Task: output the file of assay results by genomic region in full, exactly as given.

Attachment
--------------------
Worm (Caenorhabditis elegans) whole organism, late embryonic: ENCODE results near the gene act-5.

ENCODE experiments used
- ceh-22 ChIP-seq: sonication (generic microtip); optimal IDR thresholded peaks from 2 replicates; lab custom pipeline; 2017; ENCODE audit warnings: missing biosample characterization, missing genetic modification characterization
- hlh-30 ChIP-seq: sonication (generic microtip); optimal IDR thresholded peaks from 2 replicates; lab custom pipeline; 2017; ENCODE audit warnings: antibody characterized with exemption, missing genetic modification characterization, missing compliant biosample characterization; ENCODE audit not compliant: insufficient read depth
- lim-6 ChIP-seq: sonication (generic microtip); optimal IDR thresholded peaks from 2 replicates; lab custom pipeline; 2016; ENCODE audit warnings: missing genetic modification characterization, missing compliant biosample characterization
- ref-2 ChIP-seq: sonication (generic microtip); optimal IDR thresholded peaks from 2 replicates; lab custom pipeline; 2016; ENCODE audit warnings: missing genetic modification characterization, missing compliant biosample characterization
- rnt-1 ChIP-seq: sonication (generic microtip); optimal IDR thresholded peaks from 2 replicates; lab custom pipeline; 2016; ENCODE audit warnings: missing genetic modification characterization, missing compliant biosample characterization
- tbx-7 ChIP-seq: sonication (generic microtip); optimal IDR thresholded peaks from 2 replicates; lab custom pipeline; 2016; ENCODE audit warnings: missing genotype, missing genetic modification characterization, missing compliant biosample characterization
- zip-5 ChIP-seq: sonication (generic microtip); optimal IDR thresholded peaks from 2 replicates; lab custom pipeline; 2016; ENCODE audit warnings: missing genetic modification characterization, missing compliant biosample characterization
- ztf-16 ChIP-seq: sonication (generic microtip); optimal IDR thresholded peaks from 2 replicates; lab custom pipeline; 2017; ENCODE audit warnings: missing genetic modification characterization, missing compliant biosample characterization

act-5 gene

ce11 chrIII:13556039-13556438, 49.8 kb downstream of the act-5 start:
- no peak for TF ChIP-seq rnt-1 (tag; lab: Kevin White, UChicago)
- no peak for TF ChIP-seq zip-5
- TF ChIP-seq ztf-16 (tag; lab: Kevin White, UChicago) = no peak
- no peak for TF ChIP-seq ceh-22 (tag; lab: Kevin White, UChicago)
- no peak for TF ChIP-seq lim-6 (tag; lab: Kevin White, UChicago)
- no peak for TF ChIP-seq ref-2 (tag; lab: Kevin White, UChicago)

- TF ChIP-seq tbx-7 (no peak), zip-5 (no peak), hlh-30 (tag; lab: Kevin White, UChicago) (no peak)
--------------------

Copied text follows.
Worm (Caenorhabditis elegans) whole organism, late embryonic: ENCODE results near the gene act-5.

ENCODE experiments used
- ceh-22 ChIP-seq: sonication (generic microtip); optimal IDR thresholded peaks from 2 replicates; lab custom pipeline; 2017; ENCODE audit warnings: missing biosample characterization, missing genetic modification characterization
- hlh-30 ChIP-seq: sonication (generic microtip); optimal IDR thresholded peaks from 2 replicates; lab custom pipeline; 2017; ENCODE audit warnings: antibody characterized with exemption, missing genetic modification characterization, missing compliant biosample characterization; ENCODE audit not compliant: insufficient read depth
- lim-6 ChIP-seq: sonication (generic microtip); optimal IDR thresholded peaks from 2 replicates; lab custom pipeline; 2016; ENCODE audit warnings: missing genetic modification characterization, missing compliant biosample characterization
- ref-2 ChIP-seq: sonication (generic microtip); optimal IDR thresholded peaks from 2 replicates; lab custom pipeline; 2016; ENCODE audit warnings: missing genetic modification characterization, missing compliant biosample characterization
- rnt-1 ChIP-seq: sonication (generic microtip); optimal IDR thresholded peaks from 2 replicates; lab custom pipeline; 2016; ENCODE audit warnings: missing genetic modification characterization, missing compliant biosample characterization
- tbx-7 ChIP-seq: sonication (generic microtip); optimal IDR thresholded peaks from 2 replicates; lab custom pipeline; 2016; ENCODE audit warnings: missing genotype, missing genetic modification characterization, missing compliant biosample characterization
- zip-5 ChIP-seq: sonication (generic microtip); optimal IDR thresholded peaks from 2 replicates; lab custom pipeline; 2016; ENCODE audit warnings: missing genetic modification characterization, missing compliant biosample characterization
- ztf-16 ChIP-seq: sonication (generic microtip); optimal IDR thresholded peaks from 2 replicates; lab custom pipeline; 2017; ENCODE audit warnings: missing genetic modification characterization, missing compliant biosample characterization

act-5 gene

ce11 chrIII:13556039-13556438, 49.8 kb downstream of the act-5 start:
- no peak for TF ChIP-seq rnt-1 (tag; lab: Kevin White, UChicago)
- no peak for TF ChIP-seq zip-5
- TF ChIP-seq ztf-16 (tag; lab: Kevin White, UChicago) = no peak
- no peak for TF ChIP-seq ceh-22 (tag; lab: Kevin White, UChicago)
- no peak for TF ChIP-seq lim-6 (tag; lab: Kevin White, UChicago)
- no peak for TF ChIP-seq ref-2 (tag; lab: Kevin White, UChicago)

- TF ChIP-seq tbx-7 (no peak), zip-5 (no peak), hlh-30 (tag; lab: Kevin White, UChicago) (no peak)